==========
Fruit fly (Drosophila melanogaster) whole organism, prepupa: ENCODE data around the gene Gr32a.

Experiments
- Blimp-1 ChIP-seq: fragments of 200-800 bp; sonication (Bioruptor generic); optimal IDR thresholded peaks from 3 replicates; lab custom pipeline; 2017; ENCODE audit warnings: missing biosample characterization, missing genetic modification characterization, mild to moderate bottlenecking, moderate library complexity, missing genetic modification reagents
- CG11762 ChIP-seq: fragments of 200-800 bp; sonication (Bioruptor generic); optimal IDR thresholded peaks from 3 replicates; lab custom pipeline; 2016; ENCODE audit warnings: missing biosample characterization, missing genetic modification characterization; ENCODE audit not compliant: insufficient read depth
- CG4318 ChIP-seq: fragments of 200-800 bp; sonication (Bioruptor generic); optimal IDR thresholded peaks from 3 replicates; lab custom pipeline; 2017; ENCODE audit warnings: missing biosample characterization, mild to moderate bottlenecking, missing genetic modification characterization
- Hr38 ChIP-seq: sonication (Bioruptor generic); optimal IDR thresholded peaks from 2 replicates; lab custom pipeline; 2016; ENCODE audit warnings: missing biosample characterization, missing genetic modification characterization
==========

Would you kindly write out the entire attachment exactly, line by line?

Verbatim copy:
Fruit fly (Drosophila melanogaster) whole organism, prepupa: ENCODE data around the gene Gr32a.

Experiments
- Blimp-1 ChIP-seq: fragments of 200-800 bp; sonication (Bioruptor generic); optimal IDR thresholded peaks from 3 replicates; lab custom pipeline; 2017; ENCODE audit warnings: missing biosample characterization, missing genetic modification characterization, mild to moderate bottlenecking, moderate library complexity, missing genetic modification reagents
- CG11762 ChIP-seq: fragments of 200-800 bp; sonication (Bioruptor generic); optimal IDR thresholded peaks from 3 replicates; lab custom pipeline; 2016; ENCODE audit warnings: missing biosample characterization, missing genetic modification characterization; ENCODE audit not compliant: insufficient read depth
- CG4318 ChIP-seq: fragments of 200-800 bp; sonication (Bioruptor generic); optimal IDR thresholded peaks from 3 replicates; lab custom pipeline; 2017; ENCODE audit warnings: missing biosample characterization, mild to moderate bottlenecking, missing genetic modification characterization
- Hr38 ChIP-seq: sonication (Bioruptor generic); optimal IDR thresholded peaks from 2 replicates; lab custom pipeline; 2016; ENCODE audit warnings: missing biosample characterization, missing genetic modification characterization